New evaluation system leads to incontinence relief


After living with overactive bladder and urinary retention symptoms for 11 years, Jennifer LaForest, a 26-year-old woman from Auburn Hills, Michigan, recently became one of the first in the U.S. to receive a test evaluation with the new Verify(TM) Evaluation System from Medtronic, and subsequently received Medtronic Bladder Control Therapy.

The Verify System, which was recently approved by the U.S. Food and Drug Administration (FDA), is used temporarily to determine if Medtronic Bladder Control or Bowel Control Therapies, delivered by the InterStim® System, may provide long-term relief for a patient suffering from chronic symptoms of overactive bladder, non-obstructive urinary retention or bowel incontinence who failed, could not tolerate or were not candidates for more conservative therapies. More than 37 million adults in the United States – one in six – suffer from overactive bladder,i,ii and nearly 18 million Americans – about one in 12 – have bowel incontinence.iii

Both the Verify System and the long-term InterStim System provide mild electrical stimulation to the sacral nerves, which are located near the tailbone and help bladder and bowel function. The therapy is thought to help normalize communication between the bladder or bowel and the brain. The implantable components of the InterStim System consist of a pacemaker-like device called a neurostimulator and a lead (thin wire). These are implanted under the skin during a minimally invasive procedure following a successful trial stimulation period with Verify, which typically lasts up to 14 days.

While an evaluation system has been available to patients previously, the new, easy-to-use Verify Evaluation System offers a more discreet and unobtrusive experience to patients during the evaluation period. The system uses two advanced components: a small, external neurostimulator weighing less than two ounces and concealed securely in a soft belt worn at the waist under clothing; and a mobile phone-sized wireless controller with a touch-screen for easy stimulation adjustments. The Verify Evaluation System is used following a minimally invasive outpatient procedure to place the lead.

“In the short time that I’ve received this therapy, my overactive bladder and retention issues have dramatically improved. Previously, I rarely left my house feeling comfortable, and my self-esteem was very low. Now I have more confidence, and my worries about hygiene and odor have been reduced,” said LaForest, who received Medtronic Bladder Control Therapy after a 14-day trial stimulation period with the Verify System. “Not only did the evaluation system confirm that the therapy works for me, but it was easy to use, was concealed easily beneath my clothes, and didn’t get in the way of my normal daily activities.”

The Verify System includes a usage log that allows physicians to effectively manage patient evaluations by reviewing the operation of the system and matching it against a patient’s diary of daily bladder or bowel episodes. Ken Peters, M.D., chief of urology at Beaumont Hospital in Royal Oak, Michigan was the first in the U.S. to use the Verify System.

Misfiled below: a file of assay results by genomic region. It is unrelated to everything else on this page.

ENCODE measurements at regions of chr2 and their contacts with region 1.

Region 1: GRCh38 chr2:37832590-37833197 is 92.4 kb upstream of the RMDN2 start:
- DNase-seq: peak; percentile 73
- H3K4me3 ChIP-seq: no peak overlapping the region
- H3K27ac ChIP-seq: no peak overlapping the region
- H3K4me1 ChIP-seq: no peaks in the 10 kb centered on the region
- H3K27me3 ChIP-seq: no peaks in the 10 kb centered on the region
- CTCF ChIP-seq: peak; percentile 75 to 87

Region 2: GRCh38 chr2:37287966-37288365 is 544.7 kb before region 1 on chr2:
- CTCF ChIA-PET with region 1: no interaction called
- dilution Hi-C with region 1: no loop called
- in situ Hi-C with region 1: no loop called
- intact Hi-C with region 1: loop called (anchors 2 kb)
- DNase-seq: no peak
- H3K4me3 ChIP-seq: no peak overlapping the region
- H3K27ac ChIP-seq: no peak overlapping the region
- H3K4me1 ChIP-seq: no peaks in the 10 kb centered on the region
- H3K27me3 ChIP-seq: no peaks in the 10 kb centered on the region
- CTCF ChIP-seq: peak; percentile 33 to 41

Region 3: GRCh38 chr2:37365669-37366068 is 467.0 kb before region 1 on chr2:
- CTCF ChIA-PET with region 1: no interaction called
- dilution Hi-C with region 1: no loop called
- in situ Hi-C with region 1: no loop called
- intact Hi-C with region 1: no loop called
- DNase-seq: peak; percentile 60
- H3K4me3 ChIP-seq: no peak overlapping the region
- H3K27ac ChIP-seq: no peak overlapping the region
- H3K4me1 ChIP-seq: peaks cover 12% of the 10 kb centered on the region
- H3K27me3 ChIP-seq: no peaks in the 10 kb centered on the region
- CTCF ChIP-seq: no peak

“Mild stimulation of the sacral nerves can have a significant impact on patients suffering from overactive bladder, urinary retention or bowel control issues. The trial stimulation period allows them to try the therapy before having a neurostimulator implanted,” said Dr. Peters. “This new trial system provides me with vital information so I can determine if the long-term therapy is right for individual patients.”

“More than 150,000 patients worldwide have received Medtronic Bladder Control or Bowel Control Therapies, and we are excited to bring the latest advancement in evaluation technology to physicians and patients,” said Linnea Burman, vice president and general manager, gastro/urology therapies at Medtronic. “The Verify System reinforces Medtronic’s commitment to innovative solutions for the treatment of overactive bladder, urinary retention and bowel incontinence.”

Results of the therapy vary, and not every patient’s response is the same. People should consult their physicians to decide whether InterStim therapy is appropriate. In addition to risks related to a medical procedure, complications from this therapy can include pain, infection, sensation of electrical shock, device problems, undesirable change in voiding function, and lead migration, among others. Additional safety information can be found at


Accurate test for aggressive prostate cancer steps closer with genetic study


Rsearchers behind a new genetic study led by the University of Pittsburgh School of Medicine, PA, suggest their findings will lead to a more accurate test for aggressive prostate cancer and new ways to treat it.

Writing about their work in the American Journal of Pathology, the team explains how they found prostate cancerpatients with certain genetic mutations have a 91% chance of their cancer coming back.

Senior author Jian-Hua Luo, a professor of pathology at Pitt School of Medicine who specializes in researching the genome and gene expression of cancers, and particularly how prostate cancers become invasive, says:

“Being able to say, with such certainty, that a patient is nearly guaranteed to see a recurrence of his prostate cancer means that doctors and patients can elect to be more aggressive in treating the cancer, knowing that the benefits likely outweigh the risks.”

He suggests eventually such a finding could lead to a genetic therapy that cures prostate cancer, and adds:

“With this discovery, we’re at the tip of the iceberg in terms of possibilities for improving patient outcomes.”

Prostate cancer treatment can be worse than the disease

Prostate cancer is the second most common cancer in men (after skin cancer) and the second leading cause of cancer death in American men, behind only lung cancer.

According to the American Cancer Society, about 1 man in 7 will be diagnosed with prostate cancer during his lifetime.

However, despite this high rate of disease, few men diagnosed with it develop the aggressive type that spreads, which poses a problem for treatment, as Prof. Luo explains:

“In some cases, this can make the treatment more dangerous than the disease, so doctors need more accurate tests to tell them which patients would most benefit from aggressive therapies, such as surgery, radiation andchemotherapy.”